Energy Poverty in Canada

Nearly 2 million Canadian households experience energy poverty

This map shows households that face this challenge the most. It highlights areas where more than 6% of income goes towards energy bills.

It gives a clear picture of how energy costs are putting financial strain on families and housing across Canada.

Explore the map to see how widespread this issue is in each province and territory.

27%

27% (113,690)

households are experiencing energy poverty

26%

26% (16,975)

households are experiencing energy poverty

26%

26% (86,380)

households are experiencing energy poverty

31%

31% (69,985)

households are experiencing energy poverty

10%

10% (374,105)

households are experiencing energy poverty

12%

12% (637,810)

households are experiencing energy poverty

12%

12% (61,990)

households are experiencing energy poverty

15%

15% (69,345)

households are experiencing energy poverty

16%

16% (261,750)

households are experiencing energy poverty

10%

10% (211,080)

households are experiencing energy poverty

24%

24% (4,145)

households are experiencing energy poverty

22%

22% (3,355)

households are experiencing energy poverty

7%

7% (700)

households are experiencing energy poverty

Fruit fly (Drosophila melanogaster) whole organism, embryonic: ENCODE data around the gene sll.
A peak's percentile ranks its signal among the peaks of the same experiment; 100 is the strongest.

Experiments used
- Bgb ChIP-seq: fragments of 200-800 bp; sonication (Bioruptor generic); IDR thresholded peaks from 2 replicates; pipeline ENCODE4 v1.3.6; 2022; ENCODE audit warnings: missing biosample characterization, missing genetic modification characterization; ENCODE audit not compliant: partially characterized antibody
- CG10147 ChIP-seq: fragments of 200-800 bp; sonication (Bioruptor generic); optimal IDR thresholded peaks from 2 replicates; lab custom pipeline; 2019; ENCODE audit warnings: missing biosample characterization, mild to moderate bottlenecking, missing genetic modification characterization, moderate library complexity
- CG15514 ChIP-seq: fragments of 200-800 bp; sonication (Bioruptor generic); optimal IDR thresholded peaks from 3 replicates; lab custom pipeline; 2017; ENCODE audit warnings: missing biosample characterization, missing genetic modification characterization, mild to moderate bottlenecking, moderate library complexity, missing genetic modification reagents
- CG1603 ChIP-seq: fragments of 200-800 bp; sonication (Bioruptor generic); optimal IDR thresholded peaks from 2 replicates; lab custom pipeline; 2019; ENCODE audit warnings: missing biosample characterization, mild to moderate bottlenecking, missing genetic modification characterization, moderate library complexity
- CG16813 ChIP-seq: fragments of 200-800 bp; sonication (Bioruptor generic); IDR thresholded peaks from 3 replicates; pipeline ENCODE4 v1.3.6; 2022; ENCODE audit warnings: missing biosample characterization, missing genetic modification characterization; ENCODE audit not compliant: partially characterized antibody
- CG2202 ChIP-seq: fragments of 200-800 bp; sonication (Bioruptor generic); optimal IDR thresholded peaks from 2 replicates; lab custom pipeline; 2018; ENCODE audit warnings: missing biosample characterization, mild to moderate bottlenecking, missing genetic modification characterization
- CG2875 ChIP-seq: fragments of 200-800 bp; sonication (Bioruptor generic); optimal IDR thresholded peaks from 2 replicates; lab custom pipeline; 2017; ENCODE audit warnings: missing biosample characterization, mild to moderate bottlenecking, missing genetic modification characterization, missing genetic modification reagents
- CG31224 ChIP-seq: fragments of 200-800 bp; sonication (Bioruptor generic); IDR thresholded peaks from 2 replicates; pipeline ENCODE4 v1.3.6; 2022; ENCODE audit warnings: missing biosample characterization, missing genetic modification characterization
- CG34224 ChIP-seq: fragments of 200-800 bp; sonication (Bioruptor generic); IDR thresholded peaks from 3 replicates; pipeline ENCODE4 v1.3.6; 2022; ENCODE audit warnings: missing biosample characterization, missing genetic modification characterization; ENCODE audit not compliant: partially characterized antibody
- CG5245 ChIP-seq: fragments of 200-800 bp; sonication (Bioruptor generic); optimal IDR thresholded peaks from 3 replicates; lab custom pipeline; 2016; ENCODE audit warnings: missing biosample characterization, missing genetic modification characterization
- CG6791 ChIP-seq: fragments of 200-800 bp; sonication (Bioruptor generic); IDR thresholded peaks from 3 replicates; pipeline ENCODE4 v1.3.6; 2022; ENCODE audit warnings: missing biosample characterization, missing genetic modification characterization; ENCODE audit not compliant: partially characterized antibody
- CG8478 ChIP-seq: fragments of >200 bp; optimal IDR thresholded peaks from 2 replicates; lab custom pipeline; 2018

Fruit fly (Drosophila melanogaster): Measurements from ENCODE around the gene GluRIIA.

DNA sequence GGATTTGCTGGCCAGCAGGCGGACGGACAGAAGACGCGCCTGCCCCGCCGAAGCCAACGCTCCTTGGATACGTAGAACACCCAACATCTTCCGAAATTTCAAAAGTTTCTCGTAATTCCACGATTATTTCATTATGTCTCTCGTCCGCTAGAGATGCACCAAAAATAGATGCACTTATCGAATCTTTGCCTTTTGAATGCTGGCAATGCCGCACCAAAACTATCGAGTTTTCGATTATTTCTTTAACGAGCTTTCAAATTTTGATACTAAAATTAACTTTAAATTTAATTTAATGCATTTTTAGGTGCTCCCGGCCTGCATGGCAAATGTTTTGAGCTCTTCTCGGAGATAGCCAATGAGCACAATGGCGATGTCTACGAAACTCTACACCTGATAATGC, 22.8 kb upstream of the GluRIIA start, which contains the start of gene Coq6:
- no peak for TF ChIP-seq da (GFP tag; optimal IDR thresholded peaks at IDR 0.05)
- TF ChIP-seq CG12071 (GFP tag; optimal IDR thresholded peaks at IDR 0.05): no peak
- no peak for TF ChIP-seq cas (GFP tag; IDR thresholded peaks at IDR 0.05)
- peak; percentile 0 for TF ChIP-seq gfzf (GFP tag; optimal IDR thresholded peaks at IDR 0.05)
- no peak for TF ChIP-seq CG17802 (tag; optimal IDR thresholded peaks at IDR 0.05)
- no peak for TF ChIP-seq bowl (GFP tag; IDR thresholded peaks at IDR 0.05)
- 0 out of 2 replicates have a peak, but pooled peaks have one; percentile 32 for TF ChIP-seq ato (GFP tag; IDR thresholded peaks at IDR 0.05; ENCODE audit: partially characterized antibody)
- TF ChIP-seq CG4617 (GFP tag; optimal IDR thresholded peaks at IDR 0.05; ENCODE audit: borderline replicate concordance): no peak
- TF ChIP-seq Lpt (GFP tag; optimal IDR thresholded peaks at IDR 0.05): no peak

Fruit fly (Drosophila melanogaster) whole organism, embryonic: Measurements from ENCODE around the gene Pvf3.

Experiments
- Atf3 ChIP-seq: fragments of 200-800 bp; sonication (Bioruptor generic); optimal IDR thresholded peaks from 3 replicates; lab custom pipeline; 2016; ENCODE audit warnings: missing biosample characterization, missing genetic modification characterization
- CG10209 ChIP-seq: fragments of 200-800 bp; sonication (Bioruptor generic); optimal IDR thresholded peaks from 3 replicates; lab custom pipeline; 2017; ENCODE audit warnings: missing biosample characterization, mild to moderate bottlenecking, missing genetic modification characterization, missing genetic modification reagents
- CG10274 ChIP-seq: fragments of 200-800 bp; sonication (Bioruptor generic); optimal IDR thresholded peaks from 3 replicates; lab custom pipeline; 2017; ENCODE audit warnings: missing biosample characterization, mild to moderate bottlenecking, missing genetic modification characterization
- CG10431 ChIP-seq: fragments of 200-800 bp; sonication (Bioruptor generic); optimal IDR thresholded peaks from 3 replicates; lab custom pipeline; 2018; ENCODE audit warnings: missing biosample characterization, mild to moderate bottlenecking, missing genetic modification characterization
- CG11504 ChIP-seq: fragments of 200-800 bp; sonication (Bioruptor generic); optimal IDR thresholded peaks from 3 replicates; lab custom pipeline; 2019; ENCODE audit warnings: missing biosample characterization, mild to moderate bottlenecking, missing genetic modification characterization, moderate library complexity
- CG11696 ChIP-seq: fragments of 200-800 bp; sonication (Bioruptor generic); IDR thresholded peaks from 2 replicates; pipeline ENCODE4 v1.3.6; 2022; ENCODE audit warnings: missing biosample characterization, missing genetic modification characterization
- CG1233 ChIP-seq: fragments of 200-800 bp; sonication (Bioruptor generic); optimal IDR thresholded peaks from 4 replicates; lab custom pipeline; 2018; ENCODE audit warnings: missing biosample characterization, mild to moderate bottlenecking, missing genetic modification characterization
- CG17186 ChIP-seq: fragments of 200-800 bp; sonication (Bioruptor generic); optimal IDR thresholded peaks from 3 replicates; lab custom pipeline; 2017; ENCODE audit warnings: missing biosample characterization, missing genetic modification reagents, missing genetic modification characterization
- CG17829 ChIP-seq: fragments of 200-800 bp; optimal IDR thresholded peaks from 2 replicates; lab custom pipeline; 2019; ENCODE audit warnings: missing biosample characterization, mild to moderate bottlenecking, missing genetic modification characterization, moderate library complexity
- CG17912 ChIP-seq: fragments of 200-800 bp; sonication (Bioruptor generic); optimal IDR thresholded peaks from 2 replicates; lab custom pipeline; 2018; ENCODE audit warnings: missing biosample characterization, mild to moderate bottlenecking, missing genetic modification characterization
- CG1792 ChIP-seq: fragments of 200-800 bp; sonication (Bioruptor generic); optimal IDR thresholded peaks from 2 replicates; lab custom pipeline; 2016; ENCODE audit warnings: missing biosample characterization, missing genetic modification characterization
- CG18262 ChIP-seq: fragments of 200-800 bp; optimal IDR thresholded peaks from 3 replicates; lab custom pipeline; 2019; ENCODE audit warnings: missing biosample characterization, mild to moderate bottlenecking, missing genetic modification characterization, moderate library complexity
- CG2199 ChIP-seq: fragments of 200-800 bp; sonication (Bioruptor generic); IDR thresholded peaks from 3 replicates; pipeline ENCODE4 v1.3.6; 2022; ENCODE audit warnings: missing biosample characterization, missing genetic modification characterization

%

Alberta

16% (261,750)

households are experiencing energy poverty

%

British Columbia

10% (211,080)

households are experiencing energy poverty

%

Manitoba

12% (61,990)

households are experiencing energy poverty

%

New Brunswick

26% (86,380)

households are experiencing energy poverty

%

Newfoundland and Labrador

26% (69,985)

households are experiencing energy poverty

%

Northwest Territories

22% (3,355)

households are experiencing energy poverty

%

Nova Scotia

27% (113,690)

households are experiencing energy poverty

%

Nunavut

7% (700)

households are experiencing energy poverty

%

Ontario

12% (637,810)

households are experiencing energy poverty

%

Prince Edward Island

26% (16,975)

households are experiencing energy poverty

%

Quebec